On Boats: The New Boston Whaler 210 Vantage

Boston Whaler’s new 210 Vantage shows off sleek runabout lines, but beneath them beats the heart of a seaworthy, multipurpose family utility vessel eager to take on a diverse portfolio of adventures around the Chesapeake and its rivers. 

We had an opportunity on a breezy day in January to take a sea trial aboard hull #5 in Eastern Bay with Rick Boulay, Jr., of Chesapeake Whalertowne, which had just taken delivery of this new model. Powered by a 250-hp Mercury Verado V-8, the Vantage showed off a wide range of efficient speeds, 18-33 mph (3,250 – 4,500 rpm), with a top speed of 48.3 (6,000 rpm).  The V-8 is a good choice for full loads of people, coolers, and towed toys. That said, according to Mercury’s performance reports on Boston Whaler’s website, Mercury’s 200- and 225-hp V-6 engines provide plenty of performance for most uses, with lower prices and somewhat better fuel economy. As always, think carefully through the way you’d use this boat before making a decision.

Since Boulay is a member of Whaler’s Dealer Council, he provided some insight into the design of this boat, the smallest of the dual-console Vantage model line. The general idea was to build a relatively affordable, easy-to-trailer version that would still offer all the family-friendly features of the line. Indeed, at around 6,000 lbs. on an aluminum tandem trailer with full fuel and water, it can be towed safely behind a mid-sized SUV or crew-cab pickup and launched at all but the sketchiest boat ramps. It offers an open bow with U-shaped seating, storage beneath, and an optional table. A wraparound, tempered glass windshield protects the helm and companion seats, with a hinged center section for access to the bow.  The cockpit features an optional but desirable convertible lounge to port, the helm to starboard with an optional 9” or 12” Simrad electronic display and Simrad VHF radio, a pair of jump seats at the transom flanking a pair of vertical fishing rod holders and an optional ski pylon; and swim platforms flanking the engine. The starboard platform holds a telescopic swim ladder under a hatch. Cup holders sit in strategic locations. A JL Systems® stereo with 4-speaker system is standard.

That said, what makes this Vantage stand out is its details. For starters, all Vantages have dual consoles with asymmetrical interior layouts; the port console is wider than the starboard (helm) console, reaching almost to the hull’s centerline. This feature provides space for a double-wide lounge in the bow, enough room in the port console for an optional portable toilet with pumpout and some storage (more on it in a moment), and the option of a double-wide lounge of some sort in the cockpit.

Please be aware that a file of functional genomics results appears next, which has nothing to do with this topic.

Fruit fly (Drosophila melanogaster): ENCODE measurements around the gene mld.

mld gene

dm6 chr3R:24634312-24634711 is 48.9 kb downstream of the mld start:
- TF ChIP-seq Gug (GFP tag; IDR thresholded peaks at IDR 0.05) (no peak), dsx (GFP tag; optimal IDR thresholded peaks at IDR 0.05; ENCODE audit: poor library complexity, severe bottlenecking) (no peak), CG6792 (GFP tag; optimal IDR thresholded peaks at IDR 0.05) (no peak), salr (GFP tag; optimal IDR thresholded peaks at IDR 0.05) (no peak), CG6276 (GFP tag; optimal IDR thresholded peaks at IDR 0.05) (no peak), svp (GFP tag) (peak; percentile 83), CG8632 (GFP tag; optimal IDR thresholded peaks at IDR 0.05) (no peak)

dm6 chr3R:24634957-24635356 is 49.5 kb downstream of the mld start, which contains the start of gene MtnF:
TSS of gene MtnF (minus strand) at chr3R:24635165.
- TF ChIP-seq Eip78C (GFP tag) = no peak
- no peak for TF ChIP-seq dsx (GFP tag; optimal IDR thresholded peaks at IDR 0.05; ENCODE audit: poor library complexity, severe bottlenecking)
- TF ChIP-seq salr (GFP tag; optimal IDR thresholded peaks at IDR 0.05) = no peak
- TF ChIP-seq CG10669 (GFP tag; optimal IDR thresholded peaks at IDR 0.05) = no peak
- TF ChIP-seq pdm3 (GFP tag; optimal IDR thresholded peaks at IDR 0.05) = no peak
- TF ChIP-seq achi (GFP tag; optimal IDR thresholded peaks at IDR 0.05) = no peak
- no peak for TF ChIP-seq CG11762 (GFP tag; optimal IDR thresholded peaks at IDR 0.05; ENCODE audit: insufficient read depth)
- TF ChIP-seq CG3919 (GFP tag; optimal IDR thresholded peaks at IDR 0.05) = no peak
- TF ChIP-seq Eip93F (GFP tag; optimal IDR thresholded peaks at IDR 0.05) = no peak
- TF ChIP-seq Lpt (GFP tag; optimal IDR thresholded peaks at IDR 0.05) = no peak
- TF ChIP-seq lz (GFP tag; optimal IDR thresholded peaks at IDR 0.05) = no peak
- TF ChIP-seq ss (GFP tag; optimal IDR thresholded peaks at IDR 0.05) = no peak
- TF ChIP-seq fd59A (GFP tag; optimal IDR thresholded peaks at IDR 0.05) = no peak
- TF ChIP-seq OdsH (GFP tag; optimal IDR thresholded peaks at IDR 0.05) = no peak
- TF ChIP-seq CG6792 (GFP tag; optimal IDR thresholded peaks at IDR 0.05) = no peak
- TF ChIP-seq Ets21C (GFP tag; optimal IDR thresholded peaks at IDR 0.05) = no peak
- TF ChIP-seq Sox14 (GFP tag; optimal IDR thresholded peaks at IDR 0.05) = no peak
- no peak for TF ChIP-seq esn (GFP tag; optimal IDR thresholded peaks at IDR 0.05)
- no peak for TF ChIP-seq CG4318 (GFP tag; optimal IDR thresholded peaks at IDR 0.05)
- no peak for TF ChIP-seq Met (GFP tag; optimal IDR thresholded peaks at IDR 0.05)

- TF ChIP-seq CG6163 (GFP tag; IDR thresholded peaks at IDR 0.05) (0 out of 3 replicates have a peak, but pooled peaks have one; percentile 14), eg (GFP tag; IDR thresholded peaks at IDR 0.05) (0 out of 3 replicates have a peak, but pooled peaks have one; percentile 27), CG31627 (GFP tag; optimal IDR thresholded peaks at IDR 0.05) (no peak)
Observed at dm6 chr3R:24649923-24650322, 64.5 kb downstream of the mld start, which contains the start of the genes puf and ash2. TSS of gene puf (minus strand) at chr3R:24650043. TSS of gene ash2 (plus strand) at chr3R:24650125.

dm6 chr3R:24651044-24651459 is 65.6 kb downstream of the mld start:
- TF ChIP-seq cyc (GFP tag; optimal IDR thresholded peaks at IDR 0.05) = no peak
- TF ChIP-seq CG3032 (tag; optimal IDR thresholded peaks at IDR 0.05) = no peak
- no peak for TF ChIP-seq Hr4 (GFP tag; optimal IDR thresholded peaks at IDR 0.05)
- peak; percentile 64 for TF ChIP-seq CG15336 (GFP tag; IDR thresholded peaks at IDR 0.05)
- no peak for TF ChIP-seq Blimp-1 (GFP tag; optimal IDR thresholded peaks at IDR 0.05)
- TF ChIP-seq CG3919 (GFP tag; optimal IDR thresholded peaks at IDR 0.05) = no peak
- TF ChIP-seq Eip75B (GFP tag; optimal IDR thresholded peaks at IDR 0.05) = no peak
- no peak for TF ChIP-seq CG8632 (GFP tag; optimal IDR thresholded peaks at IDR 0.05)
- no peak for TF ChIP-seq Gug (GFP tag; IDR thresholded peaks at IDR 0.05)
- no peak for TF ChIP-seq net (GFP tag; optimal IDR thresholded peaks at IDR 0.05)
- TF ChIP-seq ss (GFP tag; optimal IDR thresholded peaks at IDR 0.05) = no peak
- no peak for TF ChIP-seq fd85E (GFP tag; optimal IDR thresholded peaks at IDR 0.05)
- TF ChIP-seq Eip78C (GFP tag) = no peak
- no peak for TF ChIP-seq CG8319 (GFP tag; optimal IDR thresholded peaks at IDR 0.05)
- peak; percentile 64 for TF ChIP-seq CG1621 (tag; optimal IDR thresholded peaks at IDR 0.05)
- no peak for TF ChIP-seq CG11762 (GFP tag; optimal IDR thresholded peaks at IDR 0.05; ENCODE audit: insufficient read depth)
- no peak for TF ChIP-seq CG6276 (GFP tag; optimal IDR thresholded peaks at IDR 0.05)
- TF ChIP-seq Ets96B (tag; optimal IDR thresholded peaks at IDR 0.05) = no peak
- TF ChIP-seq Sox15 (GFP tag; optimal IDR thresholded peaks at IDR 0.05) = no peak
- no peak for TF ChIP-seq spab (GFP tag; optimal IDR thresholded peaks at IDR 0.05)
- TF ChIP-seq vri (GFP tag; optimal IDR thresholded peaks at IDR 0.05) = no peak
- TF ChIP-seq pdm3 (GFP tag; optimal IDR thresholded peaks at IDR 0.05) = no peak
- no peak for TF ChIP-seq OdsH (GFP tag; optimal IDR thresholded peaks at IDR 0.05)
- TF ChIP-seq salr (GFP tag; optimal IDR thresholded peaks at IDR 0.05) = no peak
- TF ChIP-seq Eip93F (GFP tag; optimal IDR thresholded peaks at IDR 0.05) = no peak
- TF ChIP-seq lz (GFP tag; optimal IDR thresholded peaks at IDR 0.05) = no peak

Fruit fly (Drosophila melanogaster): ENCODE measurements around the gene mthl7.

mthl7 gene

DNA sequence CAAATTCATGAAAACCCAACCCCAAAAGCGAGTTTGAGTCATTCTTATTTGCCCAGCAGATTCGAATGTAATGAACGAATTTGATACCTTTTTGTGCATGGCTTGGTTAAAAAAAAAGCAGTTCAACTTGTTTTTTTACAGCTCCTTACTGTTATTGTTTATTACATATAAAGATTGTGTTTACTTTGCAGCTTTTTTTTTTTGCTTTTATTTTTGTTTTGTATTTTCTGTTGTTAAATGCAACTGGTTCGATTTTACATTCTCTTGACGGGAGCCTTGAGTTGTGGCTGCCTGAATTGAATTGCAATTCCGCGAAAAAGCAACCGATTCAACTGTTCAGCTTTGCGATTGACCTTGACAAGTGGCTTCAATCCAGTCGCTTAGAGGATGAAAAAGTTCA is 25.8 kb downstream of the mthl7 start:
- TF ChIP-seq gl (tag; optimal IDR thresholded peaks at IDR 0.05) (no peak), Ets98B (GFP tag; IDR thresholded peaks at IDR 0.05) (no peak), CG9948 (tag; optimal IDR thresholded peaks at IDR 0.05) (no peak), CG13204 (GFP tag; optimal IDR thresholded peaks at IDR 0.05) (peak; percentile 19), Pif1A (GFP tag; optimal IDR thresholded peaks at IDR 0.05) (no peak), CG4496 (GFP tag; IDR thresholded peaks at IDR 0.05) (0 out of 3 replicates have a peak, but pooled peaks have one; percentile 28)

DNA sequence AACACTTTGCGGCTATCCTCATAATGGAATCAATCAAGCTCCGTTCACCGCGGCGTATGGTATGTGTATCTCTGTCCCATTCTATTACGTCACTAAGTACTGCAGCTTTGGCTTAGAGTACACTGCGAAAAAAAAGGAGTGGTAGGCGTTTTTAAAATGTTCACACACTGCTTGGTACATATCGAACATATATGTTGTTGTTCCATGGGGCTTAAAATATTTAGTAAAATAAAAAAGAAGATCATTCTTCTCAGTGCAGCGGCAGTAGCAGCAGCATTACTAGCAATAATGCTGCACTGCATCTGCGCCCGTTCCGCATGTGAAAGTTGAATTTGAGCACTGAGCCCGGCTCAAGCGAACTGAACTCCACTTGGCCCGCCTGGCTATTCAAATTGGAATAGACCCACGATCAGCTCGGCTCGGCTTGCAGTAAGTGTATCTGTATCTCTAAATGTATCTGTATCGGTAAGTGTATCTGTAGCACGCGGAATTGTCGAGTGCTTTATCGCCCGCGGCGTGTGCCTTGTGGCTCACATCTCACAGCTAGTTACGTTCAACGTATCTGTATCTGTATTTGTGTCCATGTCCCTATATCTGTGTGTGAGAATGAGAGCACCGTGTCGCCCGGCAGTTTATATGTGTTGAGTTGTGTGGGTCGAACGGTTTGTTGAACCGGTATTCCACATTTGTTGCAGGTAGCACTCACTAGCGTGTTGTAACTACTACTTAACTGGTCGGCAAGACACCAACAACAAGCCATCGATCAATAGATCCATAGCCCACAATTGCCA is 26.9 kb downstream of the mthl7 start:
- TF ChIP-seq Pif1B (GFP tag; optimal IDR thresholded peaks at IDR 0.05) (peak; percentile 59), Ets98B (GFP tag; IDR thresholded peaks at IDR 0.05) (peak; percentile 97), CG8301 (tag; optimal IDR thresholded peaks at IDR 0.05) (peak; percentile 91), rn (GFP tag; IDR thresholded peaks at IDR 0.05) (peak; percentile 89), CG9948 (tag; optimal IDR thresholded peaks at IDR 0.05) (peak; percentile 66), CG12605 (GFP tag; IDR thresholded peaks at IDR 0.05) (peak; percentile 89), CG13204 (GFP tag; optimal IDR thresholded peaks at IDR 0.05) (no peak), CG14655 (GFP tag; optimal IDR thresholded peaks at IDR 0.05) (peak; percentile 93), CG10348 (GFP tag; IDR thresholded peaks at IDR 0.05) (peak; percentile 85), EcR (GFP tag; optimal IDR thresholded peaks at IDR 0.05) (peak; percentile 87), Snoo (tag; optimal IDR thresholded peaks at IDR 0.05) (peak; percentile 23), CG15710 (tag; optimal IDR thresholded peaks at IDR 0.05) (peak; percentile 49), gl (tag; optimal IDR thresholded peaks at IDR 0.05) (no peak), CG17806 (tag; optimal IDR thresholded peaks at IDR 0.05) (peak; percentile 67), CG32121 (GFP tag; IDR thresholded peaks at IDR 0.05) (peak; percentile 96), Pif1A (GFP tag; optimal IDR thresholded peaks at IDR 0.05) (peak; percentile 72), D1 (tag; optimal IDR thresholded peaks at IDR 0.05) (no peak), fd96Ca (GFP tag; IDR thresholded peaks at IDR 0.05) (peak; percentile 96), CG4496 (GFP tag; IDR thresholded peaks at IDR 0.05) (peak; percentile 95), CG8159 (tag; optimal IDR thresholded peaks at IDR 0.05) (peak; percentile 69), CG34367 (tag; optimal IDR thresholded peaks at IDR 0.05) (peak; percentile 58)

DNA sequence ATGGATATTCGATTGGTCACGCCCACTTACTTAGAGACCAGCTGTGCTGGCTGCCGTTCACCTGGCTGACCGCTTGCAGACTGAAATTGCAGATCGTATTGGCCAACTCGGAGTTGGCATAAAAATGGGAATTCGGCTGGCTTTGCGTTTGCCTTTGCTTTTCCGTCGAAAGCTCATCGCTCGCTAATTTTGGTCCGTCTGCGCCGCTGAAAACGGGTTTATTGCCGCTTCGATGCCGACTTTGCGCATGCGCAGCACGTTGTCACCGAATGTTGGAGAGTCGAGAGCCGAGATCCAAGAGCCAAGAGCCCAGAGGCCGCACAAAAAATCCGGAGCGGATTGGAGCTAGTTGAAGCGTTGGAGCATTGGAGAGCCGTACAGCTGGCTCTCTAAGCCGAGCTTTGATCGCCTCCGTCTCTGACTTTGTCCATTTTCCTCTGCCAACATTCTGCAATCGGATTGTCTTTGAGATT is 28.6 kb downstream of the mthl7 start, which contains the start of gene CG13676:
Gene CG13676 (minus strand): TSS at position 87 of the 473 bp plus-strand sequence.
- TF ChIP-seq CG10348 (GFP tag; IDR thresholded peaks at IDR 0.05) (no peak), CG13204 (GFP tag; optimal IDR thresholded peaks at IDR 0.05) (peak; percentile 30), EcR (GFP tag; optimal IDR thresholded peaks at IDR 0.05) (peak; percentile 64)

Here’s an important detail about the port console. Because it extends toward the deepest part of this hull’s 20-degree running bottom, the headroom (50”) in even this smallest Vantage model is adequate for an adult male to sit on the (optional) portable toilet (we know; we tried it). Moreover, the extra width provides a comfortably wide entry door and plenty of shoulder room, along with room for a storage bracket to hold the (optional) detachable table for the bow.  (We do wish that Whaler would install ventilation for the compartment and a tray to hold toilet paper, hand sanitizer, and cleaning supplies.)  

More details: In the bow, the broad port lounge faces forward but can seat two sideways around the table. The anchor locker is sized specifically for a Fortress FX-7 fluke-style anchor with chain and rode, a versatile choice for day uses around the Chesapeake. The starboard lounge seats one facing forward or two sideways. It and its back ingeniously form one curved unit hinged at the top for excellent access to storage beneath, which extends back into the helm console and offers horizontal racks for fishing rods (part of the optional Fishing Package). In our sea trial, we found the helm and sightlines comfortable either sitting or leaning against the chair’s flip-up bolster. The space behind the helm chair is open, a good place for a compact tackle box or a cooler, but it also provides plenty of space to move around when netting a fish or handling a water ski. 

In addition to the horizontal rod racks in the starboard console, the Fishing Package includes an 18-gallon livewell under the port lounge, a raw-water washdown system, and two additional gunwale-mounted rodholders. This Vantage would adapt well to Chesapeake bottom fishing with bait, jigging, and casting to shorelines, bridge pilings, or breaking fish. The boat’s running bottom includes paired lifting strakes and neatly curved reverse chines that gave us a comfortable, dry ride in our test day’s chilly, choppy water. This new, compact, multi-purpose model is going to make a lot of water-loving families very happy. The MSRP for the 210 Vantage we tested, including its optional features, is $171,142. For more information, visit The website’s BUILD feature will give you insight into all of the optional features. 

Boston Whaler Dealers around the Chesapeake:


LOA: 22’8″ (w/ swim platforms)
Beam: 8’6”’
Draft: 18”
Weight: 3,810 lbs. (dry)
Transom Deadrise: 20 degrees
Bridge Clearance: 4’11″/6’11” with suntop
Fuel Capacity: 80gal.
Water Capacity: 10 gal.
Waste Capacity: 5 gal.
Max HP: 250